Rationale: Based on  the age of the community, historical data and newly formed regulations not present in prior decades, Greenwich faces soil contamination on Town owned properties. Over the last several years as a result of planned building projects the the Town has become aware of environmental concerns underlying some town owned property. The Town can expect to encounter similar issues as it continues to upgrade infrastructure. To date the Town has addressed these concerns on a case-by case basis. A reactive approach. This knowledge and the resultant costs for remediation may have a broad impact on maintenance and future capital projects. It would benefit the town to have a plan and funding system in place to proactively address soil contamination on Town owned properties. Health concerns from dirty soil pose risk if not addressed, school fields and ball fields have gone without use for  months if not years because of contaminated soil.

Committee: The Committee should include representatives from the various Boards and Depts. that are impacted by contaminated soil. Suggestions may include representatives from BOS, BET, Health, BOE, RTM, Law, Parks and Law.  Also to include individuals from general public.

Suggested Questions for the Committee to Pursue:

• How should the issue of contaminated soil be explored?
• Does the town survey and test all town owned propeerrty? 
• Does the town only test property at the time of a capital project?
• What is the impact on the public schools and on their budget if remediation is required?
• What is the impact on the tax payer over all? 
• What are the potential positive consequences of proactively identifying contaminated soil?
• What are the potential negative consequences of proactively identifying contaminated soil?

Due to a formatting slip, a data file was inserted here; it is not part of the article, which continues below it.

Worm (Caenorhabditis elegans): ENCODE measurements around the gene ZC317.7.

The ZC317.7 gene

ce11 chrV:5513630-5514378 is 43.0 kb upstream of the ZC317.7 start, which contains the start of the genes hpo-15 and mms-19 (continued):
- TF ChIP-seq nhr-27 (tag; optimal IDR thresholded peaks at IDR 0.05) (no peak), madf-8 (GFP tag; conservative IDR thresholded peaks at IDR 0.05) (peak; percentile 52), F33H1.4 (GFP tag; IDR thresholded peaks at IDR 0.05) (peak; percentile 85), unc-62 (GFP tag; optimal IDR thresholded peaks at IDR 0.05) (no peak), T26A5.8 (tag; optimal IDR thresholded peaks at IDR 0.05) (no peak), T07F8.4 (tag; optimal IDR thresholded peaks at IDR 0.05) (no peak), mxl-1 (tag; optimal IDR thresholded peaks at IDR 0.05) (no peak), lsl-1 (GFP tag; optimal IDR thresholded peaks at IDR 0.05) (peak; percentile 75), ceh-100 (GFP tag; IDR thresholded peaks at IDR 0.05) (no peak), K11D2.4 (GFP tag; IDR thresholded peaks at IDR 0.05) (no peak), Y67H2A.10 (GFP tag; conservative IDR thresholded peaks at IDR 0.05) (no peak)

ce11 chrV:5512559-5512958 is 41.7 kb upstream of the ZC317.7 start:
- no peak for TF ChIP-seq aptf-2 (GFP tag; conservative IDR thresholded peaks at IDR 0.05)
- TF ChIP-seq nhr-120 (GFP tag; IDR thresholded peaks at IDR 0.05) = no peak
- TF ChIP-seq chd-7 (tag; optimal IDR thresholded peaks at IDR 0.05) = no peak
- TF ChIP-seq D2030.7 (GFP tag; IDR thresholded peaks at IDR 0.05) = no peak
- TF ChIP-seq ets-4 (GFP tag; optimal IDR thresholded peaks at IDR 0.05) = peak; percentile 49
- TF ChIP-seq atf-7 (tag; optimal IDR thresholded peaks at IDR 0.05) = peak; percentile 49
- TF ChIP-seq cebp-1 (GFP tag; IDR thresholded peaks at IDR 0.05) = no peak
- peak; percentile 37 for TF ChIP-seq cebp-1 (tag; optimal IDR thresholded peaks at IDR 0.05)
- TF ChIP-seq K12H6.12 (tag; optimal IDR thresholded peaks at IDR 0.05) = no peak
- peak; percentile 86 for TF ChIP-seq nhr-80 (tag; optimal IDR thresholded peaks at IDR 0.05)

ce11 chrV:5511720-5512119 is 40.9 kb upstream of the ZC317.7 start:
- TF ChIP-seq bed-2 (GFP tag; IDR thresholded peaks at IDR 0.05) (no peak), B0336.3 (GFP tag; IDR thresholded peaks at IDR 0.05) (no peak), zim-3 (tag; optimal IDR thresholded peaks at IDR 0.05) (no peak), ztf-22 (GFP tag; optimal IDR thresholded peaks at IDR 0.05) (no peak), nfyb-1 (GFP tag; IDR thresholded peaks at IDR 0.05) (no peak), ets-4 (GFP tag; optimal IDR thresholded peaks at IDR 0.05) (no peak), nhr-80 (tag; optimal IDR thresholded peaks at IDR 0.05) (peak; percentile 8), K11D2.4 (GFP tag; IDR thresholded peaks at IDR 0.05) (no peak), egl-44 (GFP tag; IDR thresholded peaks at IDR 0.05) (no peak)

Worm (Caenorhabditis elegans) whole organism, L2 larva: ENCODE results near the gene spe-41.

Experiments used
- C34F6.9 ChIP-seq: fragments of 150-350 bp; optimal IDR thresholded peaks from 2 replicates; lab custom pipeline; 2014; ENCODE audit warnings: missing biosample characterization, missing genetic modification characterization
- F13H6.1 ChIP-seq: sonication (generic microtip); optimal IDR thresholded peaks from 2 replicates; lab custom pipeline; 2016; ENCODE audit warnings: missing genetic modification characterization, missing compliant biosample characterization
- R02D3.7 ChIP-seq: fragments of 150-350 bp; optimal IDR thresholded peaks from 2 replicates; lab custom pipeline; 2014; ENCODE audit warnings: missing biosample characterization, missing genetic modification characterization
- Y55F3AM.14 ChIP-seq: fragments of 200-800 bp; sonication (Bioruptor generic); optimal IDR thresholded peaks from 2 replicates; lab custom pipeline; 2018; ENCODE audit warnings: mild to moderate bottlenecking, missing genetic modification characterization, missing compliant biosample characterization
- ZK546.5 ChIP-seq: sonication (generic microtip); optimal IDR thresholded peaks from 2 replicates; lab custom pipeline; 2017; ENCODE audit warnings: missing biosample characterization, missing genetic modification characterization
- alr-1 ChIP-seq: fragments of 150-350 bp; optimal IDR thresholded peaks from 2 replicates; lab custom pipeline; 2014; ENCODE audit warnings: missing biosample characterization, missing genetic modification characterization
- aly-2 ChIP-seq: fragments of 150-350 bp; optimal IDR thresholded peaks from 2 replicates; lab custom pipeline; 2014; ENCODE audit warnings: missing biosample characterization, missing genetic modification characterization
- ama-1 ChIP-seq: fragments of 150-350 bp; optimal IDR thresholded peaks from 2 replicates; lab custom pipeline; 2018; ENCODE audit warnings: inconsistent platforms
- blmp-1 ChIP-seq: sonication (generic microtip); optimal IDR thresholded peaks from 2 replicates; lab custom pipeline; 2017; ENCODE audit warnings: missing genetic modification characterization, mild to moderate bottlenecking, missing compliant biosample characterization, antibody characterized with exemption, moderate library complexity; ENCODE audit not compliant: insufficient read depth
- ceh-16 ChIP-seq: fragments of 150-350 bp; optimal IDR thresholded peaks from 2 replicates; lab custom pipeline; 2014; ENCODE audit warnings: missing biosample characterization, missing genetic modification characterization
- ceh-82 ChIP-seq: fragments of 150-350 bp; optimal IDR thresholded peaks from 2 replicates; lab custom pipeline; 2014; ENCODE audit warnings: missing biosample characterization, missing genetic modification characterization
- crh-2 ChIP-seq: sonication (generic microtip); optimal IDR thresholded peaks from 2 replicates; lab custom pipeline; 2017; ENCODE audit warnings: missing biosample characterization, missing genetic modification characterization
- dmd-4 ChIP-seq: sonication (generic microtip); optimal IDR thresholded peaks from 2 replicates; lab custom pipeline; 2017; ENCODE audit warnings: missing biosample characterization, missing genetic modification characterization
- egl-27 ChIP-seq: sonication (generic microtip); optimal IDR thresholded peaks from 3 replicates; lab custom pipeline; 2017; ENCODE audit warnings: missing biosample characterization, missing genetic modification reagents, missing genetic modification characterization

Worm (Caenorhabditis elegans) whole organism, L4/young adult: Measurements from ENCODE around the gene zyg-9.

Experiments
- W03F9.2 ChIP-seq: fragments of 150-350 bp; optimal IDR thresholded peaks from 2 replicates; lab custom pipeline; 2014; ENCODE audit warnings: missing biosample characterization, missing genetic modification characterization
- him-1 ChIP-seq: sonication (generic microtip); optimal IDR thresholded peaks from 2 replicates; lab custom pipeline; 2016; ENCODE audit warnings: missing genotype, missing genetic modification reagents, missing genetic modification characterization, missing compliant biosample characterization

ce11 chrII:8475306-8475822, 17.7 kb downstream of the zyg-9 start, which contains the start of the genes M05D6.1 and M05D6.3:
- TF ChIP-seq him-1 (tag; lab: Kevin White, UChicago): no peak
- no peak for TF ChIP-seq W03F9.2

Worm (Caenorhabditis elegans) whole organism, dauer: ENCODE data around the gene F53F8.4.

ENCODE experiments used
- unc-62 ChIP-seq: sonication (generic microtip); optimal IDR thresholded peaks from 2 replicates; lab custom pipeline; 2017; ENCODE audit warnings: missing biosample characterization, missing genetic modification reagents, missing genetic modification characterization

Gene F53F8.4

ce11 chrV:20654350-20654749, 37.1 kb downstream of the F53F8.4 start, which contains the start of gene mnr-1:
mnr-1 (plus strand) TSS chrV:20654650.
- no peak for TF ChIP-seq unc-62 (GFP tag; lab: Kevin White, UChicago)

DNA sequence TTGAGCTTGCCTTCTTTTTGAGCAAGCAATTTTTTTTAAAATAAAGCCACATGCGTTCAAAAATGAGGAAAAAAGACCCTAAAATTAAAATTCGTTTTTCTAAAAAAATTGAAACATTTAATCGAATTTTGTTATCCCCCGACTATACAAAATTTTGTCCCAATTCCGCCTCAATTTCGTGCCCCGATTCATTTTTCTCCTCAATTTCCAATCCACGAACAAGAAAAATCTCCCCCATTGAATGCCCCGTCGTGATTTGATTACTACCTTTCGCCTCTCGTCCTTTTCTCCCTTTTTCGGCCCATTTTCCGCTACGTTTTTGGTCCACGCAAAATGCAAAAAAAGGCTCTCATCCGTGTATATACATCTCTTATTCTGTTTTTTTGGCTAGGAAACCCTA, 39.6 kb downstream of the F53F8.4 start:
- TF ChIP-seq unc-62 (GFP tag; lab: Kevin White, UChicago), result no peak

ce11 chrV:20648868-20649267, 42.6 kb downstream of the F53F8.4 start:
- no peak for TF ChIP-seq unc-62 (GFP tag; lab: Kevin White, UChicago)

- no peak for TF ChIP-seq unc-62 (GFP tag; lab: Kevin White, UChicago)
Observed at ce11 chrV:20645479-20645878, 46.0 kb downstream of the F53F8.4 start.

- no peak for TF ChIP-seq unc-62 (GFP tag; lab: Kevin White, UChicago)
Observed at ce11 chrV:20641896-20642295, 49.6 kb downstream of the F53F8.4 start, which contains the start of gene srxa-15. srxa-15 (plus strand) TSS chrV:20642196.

• How might funding be structured? Can money be saved longterm if contaminated soil issues are addressed proactively. 
.Develop a formal protocol that is Greenwich specific in regards to “testing” results offering clarification of State interpretation when “testing” results exceed State guideline but doesn’t require immediate remediation. 
.Future capital projects in areas the Town may suspect and have concerns. 
.What are other town, cites doing? Greenwich not unique.

. Are federal monies available through grant allocations?

Screen Shot 2016-09-04 at 6.04.03 PM

Fenced off fields at Western Middle School, Sept. 4, 2016 Credit Leslie Yager

Western Middle School Fields to be Fenced Off on Sept. 1 as Soil Testing Continues

Tesei: Fencing off Fields at Western Middle School Reflects “Abundance of Caution”

Test Soil at Western Middle School? Marzullo’s Motion Fails to Carry

Supplemental Soil Testing at Ravine behind New Leb Reveal Some High Level of Arsenic

GHS July Remedial Work is Not Summer School: Contaminated Soil Removal Update

Toxic Soil and MISA. Where Does the Buck Stop?


Email news tips to Greenwich Free Press editor [email protected]
Like us on Facebook